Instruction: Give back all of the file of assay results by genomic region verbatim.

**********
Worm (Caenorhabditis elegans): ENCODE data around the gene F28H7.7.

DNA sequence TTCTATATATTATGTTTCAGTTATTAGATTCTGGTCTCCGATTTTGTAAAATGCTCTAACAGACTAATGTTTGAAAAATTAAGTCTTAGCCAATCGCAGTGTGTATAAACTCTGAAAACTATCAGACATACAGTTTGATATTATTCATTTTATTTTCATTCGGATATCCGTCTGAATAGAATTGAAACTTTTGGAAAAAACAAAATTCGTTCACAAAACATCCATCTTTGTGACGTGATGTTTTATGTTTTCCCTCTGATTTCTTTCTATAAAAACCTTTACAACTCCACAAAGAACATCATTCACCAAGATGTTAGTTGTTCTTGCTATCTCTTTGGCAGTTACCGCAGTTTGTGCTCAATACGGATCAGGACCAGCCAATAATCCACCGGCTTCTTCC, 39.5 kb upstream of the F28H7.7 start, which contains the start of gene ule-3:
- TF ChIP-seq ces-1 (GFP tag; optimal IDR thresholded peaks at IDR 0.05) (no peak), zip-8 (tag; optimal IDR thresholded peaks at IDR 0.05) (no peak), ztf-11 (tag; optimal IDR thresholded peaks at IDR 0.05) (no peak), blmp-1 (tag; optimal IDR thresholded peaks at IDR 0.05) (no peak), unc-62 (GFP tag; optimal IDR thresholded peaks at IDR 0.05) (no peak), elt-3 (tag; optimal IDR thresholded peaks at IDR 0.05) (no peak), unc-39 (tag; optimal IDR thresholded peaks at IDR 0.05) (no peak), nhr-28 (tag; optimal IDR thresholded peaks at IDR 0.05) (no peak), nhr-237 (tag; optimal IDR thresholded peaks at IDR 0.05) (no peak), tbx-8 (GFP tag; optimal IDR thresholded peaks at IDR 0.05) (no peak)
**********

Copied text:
Worm (Caenorhabditis elegans): ENCODE data around the gene F28H7.7.

DNA sequence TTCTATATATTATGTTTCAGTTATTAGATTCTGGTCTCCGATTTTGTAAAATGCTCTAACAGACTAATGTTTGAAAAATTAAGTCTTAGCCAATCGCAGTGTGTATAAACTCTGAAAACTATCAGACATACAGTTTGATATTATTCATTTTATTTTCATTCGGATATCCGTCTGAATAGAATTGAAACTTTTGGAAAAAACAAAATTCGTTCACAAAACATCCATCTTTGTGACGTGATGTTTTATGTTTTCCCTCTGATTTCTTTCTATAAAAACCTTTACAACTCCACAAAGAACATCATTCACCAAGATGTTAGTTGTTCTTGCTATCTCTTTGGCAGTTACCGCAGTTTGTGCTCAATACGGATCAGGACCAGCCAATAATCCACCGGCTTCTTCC, 39.5 kb upstream of the F28H7.7 start, which contains the start of gene ule-3:
- TF ChIP-seq ces-1 (GFP tag; optimal IDR thresholded peaks at IDR 0.05) (no peak), zip-8 (tag; optimal IDR thresholded peaks at IDR 0.05) (no peak), ztf-11 (tag; optimal IDR thresholded peaks at IDR 0.05) (no peak), blmp-1 (tag; optimal IDR thresholded peaks at IDR 0.05) (no peak), unc-62 (GFP tag; optimal IDR thresholded peaks at IDR 0.05) (no peak), elt-3 (tag; optimal IDR thresholded peaks at IDR 0.05) (no peak), unc-39 (tag; optimal IDR thresholded peaks at IDR 0.05) (no peak), nhr-28 (tag; optimal IDR thresholded peaks at IDR 0.05) (no peak), nhr-237 (tag; optimal IDR thresholded peaks at IDR 0.05) (no peak), tbx-8 (GFP tag; optimal IDR thresholded peaks at IDR 0.05) (no peak)